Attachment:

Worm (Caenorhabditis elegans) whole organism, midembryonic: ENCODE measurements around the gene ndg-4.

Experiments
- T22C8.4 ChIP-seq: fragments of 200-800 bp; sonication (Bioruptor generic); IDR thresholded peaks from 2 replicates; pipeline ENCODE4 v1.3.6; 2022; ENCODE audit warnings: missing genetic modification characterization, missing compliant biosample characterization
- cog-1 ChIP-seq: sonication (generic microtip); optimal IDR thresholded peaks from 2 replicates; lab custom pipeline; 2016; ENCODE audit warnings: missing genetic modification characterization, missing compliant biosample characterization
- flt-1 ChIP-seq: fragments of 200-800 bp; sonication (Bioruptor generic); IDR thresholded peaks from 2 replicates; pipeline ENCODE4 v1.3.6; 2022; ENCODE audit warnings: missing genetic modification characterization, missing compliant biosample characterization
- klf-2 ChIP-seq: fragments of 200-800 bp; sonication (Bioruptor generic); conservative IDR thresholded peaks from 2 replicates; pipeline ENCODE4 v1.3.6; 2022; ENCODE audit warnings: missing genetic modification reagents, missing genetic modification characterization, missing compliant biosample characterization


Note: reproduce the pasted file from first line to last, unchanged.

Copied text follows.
Worm (Caenorhabditis elegans) whole organism, midembryonic: ENCODE measurements around the gene ndg-4.

Experiments
- T22C8.4 ChIP-seq: fragments of 200-800 bp; sonication (Bioruptor generic); IDR thresholded peaks from 2 replicates; pipeline ENCODE4 v1.3.6; 2022; ENCODE audit warnings: missing genetic modification characterization, missing compliant biosample characterization
- cog-1 ChIP-seq: sonication (generic microtip); optimal IDR thresholded peaks from 2 replicates; lab custom pipeline; 2016; ENCODE audit warnings: missing genetic modification characterization, missing compliant biosample characterization
- flt-1 ChIP-seq: fragments of 200-800 bp; sonication (Bioruptor generic); IDR thresholded peaks from 2 replicates; pipeline ENCODE4 v1.3.6; 2022; ENCODE audit warnings: missing genetic modification characterization, missing compliant biosample characterization
- klf-2 ChIP-seq: fragments of 200-800 bp; sonication (Bioruptor generic); conservative IDR thresholded peaks from 2 replicates; pipeline ENCODE4 v1.3.6; 2022; ENCODE audit warnings: missing genetic modification reagents, missing genetic modification characterization, missing compliant biosample characterization